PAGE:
Earlier today WWE released a statement on wanting WWE Superstars to end their individual relationships with third parties as the company looks to round-up where their roster is appearing outside of the company. You can catch up on all the reports, reactions, and more at the links here.

“Much like Disney and Warner Bros., WWE creates, promotes and invests in its intellectual property, i.e. the stage names of performers like The Fiend Bray Wyatt, Roman Reigns, Big E and Braun Strowman,” WWE wrote in a statement. “It is the control and exploitation of these characters that allows WWE to drive revenue, which in turn enables the company to compensate performers at the highest levels in the sports entertainment industry. Notwithstanding the contractual language, it is imperative for the success of our company to protect our greatest assets and establish partnerships with third parties on a companywide basis, rather than at the individual level, which as a result will provide more value for all involved.”

One of the still unknown parts to all of this is if talent can still use Cameo, Twitch, and other platforms under their real names. Some stars have already made the change on their respective channels, but in an update from F4WOnline that may not matter.

Wrestling Inc. exclusively broke the news about last Sunday’s call with talent, which included ending third parties deals by October 2 ? whether it was under their WWE name or real name.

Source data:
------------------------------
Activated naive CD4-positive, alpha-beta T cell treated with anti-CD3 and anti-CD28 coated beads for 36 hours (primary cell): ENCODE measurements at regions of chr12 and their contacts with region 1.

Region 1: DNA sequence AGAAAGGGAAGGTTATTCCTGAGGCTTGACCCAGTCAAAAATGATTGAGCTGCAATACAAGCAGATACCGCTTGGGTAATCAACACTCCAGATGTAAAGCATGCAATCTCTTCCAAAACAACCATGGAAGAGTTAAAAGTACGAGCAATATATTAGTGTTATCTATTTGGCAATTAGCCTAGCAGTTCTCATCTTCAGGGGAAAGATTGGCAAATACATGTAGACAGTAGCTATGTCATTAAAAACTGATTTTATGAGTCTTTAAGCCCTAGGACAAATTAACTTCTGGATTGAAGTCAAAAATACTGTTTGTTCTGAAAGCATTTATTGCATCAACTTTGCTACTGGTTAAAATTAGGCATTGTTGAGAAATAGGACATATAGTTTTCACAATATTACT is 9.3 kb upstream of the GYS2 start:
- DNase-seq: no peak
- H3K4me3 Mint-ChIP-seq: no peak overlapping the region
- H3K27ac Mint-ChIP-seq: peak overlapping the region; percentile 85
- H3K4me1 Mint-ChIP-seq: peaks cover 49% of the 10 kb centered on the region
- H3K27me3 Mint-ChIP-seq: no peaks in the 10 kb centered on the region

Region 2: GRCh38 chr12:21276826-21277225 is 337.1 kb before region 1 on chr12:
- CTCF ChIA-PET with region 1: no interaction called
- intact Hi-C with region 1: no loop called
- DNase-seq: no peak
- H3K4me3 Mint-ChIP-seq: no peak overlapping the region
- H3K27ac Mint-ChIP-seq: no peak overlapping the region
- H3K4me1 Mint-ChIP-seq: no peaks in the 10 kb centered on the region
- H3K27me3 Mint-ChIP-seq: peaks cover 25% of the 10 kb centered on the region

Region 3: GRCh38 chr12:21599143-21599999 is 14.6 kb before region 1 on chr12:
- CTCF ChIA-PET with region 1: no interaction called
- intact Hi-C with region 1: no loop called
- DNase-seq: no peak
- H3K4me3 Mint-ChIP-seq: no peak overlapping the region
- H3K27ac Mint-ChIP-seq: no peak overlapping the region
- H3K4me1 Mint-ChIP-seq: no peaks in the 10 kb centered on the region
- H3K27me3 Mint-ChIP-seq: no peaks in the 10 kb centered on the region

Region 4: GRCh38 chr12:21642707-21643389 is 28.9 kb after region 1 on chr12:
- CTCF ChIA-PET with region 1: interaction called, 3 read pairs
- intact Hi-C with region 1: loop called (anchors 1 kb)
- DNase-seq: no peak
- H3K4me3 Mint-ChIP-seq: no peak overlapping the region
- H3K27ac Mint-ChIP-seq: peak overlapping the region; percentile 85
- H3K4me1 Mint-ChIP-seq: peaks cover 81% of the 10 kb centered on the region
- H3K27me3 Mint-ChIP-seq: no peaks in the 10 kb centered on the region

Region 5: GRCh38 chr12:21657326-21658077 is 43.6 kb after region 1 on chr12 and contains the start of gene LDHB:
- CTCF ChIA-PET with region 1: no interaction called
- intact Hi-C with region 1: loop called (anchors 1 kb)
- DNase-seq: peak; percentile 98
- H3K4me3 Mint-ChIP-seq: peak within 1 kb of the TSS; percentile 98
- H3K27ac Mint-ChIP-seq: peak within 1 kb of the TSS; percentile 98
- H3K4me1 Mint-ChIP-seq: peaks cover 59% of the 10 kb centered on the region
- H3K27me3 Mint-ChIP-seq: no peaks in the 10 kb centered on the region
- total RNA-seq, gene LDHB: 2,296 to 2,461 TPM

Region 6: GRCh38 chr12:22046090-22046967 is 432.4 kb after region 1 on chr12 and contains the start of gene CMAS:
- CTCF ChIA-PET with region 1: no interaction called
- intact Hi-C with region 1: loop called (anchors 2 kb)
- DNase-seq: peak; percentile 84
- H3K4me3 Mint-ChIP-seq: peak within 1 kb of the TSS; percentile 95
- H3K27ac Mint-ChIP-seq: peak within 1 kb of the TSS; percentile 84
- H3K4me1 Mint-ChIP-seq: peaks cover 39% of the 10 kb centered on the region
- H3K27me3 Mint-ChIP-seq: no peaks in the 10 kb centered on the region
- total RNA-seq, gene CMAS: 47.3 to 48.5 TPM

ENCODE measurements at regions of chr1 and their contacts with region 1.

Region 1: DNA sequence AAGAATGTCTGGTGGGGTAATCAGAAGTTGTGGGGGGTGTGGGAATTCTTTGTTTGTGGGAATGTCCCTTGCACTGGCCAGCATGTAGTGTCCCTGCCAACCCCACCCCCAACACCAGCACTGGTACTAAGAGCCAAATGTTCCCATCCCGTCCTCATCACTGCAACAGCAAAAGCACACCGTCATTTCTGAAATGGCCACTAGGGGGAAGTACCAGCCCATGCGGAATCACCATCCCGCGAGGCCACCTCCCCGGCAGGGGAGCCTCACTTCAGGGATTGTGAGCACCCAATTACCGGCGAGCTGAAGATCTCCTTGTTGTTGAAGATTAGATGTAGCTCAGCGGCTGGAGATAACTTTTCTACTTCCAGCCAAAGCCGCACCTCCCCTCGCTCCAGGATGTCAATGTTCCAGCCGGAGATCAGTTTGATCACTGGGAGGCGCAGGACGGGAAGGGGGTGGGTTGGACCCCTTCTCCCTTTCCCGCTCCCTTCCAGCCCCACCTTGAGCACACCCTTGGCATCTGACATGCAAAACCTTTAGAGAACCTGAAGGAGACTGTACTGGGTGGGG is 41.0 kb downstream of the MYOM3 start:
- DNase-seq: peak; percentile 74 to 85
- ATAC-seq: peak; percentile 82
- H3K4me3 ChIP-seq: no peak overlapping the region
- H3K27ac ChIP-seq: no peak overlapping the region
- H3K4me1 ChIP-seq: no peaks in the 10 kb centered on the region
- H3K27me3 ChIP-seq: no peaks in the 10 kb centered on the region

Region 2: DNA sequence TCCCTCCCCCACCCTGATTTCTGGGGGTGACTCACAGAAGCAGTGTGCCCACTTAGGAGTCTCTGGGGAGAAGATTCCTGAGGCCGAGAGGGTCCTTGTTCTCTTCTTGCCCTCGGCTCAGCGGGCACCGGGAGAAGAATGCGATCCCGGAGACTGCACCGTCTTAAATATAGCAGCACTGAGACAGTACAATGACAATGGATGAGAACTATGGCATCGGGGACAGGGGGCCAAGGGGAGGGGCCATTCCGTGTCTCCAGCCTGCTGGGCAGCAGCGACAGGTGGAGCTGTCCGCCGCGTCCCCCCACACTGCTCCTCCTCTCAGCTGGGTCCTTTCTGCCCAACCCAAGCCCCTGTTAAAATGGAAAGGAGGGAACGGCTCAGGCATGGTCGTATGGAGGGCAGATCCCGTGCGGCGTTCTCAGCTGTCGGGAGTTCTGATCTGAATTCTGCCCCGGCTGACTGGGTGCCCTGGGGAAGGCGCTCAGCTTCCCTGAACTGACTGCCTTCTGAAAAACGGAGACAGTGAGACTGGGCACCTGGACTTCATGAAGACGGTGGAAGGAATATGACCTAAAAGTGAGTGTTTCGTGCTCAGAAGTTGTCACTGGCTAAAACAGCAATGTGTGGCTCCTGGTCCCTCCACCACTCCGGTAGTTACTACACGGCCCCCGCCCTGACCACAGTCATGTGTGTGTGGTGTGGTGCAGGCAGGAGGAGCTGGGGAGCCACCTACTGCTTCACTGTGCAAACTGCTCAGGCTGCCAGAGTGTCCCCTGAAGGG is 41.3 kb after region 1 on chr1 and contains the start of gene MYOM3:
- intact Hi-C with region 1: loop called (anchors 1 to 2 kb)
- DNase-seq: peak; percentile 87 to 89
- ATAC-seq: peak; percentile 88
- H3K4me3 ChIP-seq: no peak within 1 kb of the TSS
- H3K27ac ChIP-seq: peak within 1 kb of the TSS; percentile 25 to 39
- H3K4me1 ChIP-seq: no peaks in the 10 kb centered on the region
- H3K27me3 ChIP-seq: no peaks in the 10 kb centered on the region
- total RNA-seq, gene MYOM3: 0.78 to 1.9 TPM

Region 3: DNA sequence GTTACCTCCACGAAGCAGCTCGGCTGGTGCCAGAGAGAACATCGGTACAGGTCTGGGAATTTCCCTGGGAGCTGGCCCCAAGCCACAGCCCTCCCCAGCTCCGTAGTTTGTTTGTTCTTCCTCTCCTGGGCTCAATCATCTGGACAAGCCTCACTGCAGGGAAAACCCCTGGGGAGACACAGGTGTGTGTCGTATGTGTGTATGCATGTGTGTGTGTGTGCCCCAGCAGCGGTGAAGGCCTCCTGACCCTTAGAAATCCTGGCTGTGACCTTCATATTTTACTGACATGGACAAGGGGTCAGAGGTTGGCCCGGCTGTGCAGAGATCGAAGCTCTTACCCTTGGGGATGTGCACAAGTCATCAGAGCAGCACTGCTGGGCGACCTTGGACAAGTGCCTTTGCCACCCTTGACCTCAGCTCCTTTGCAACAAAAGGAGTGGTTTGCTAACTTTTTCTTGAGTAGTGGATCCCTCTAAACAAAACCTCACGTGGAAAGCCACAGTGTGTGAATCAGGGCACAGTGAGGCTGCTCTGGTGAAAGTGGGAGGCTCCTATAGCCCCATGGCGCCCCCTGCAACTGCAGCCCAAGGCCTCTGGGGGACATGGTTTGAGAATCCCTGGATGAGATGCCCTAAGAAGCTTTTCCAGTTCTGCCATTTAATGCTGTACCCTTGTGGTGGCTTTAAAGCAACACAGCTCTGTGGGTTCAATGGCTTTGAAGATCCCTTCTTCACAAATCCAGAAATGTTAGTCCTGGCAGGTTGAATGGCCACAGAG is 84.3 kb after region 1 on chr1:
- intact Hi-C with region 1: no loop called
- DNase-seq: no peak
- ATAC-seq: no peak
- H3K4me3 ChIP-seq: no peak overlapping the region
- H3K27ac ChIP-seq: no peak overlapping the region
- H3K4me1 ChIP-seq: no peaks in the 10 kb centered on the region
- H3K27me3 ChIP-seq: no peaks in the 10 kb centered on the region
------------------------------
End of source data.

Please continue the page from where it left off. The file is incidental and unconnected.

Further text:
In his report, Dave Meltzer wrote WWE Senior Director of Talent Relations Mark Carrano told talent the company owns the rights to their real names. If that were the case, a simple name change wouldn’t be enough to allow talent to continue their deals. The report noted it wouldn’t make much sense for WWE to own someone’s real name, but the wording in their contracts might prevent them “from marketing themselves on platforms the company doesn’t want while still under a WWE deal.”

In the above statement, WWE made it clear they will build third party relationships on a company-wide basis, rather than individually. Meltzer called back to UFC doing something similar with its fighters, when they could no longer cultivate their own individual sponsorships. Instead, the company marketed itself exclusively to its own sponsors, which the fighters then received a portion of.

With the COVID-19 pandemic halting live events and bringing in lower merchandise pay, talent without bigger downside guarantees have looked for other ways to make up that money. Obviously, many of them are upset at WWE stepping in on projects that are outside of the company ? which brings in the whole debate of WWE claiming its talent’s status as independent contracts, yet still looking to lock down control of them.

It’s also reportedly still unclear which platforms are and aren’t allowed to be used going forward. Getting paid for podcast appearances is apparently allowed, but other forms of social media where they get paid is not.